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Mississippi Sandhill Crane

Mississippi Sandhill Crane

Animal's Behavior

The Mississippi Sandhill Crane's large wingspan (6 to 8 feet when fully grown) helps it to soar in the sky. These birds use thermal air streams to stay aloft for many hours, requiring only occasional flapping of their wings. This is useful in conserving energy. The Mississippi Sandhill Cranes mate for life, but rarely lay more than two eggs per year.

Eating Habits

Sandhill cranes are opportunistic feeders and will will change their diet based on what is available. They most often eat plants and grains, but also dine on invertebrates or even small mammals, amphibians and reptiles. They search for food in shallow water, probing with their bills.


Jackson County, Mississippi. The original range followed the wet pine savannah habitat across the southern Gulf coast from Louisiana to the Florida panhandle.

Conservation Efforts

Audubon Nature Institute's Species Survival Center had the first Mississippi Sandhill Crane that was hatched from an egg fertilized by a sperm that was previously thawed from a cryogenic state. This is part of this subspecies' Recovery Plan. The Mississippi Sandhill Crane National Wildlife Refuge is part of the Gulf Coast Refuge Complex established in 1975 under authority of the Endangered Species Act to protect the critically endangered Mississippi Sandhill Crane and their habitat. The non-migratory Mississippi Sandhill Crane population has increased from about 30 cranes in the 1970s to the almost 130 birds.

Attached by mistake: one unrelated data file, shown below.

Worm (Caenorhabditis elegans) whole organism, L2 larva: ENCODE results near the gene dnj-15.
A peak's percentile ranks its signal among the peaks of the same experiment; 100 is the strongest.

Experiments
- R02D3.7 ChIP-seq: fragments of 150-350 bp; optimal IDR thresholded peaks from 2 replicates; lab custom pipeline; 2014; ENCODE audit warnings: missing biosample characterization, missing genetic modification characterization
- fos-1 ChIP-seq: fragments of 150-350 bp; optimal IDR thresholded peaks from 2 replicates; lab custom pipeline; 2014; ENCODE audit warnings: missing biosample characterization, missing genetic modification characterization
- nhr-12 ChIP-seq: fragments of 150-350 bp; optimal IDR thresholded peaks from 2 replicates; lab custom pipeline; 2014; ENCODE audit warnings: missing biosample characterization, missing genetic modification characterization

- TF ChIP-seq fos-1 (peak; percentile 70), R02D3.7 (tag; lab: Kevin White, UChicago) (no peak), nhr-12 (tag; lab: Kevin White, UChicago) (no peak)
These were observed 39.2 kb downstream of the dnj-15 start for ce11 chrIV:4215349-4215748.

Animal Facts

  • In the wild Mississippi Sandhill Cranes can only be found on and adjacent to the Mississippi Sandhill Crane National Wildlife Refuge. There are only about 200 individuals remaining.
  • During mating, sandhill cranes perform dancing displays. The dancing involves wing flapping, bowing, jumps and simply play.
  • The Sandhill Crane has one of the longest fossil histories of any existing bird.

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Quick Facts

Scientific Name

Grus canadensis pulla


Animalia, Chordata, Aves, Gruiformes, Gruidae, Grus


3 to 4 feet tall with a wingspan of over 7 feet wide


Adults are gray overall with a red crown


The sexes look the same


20 years in the wild

Conservation Status

Critically Endangered

Where to See

In the Wild

Mailing address: Audubon Nature Institute 6500 Magazine St. New Orleans, LA 70118
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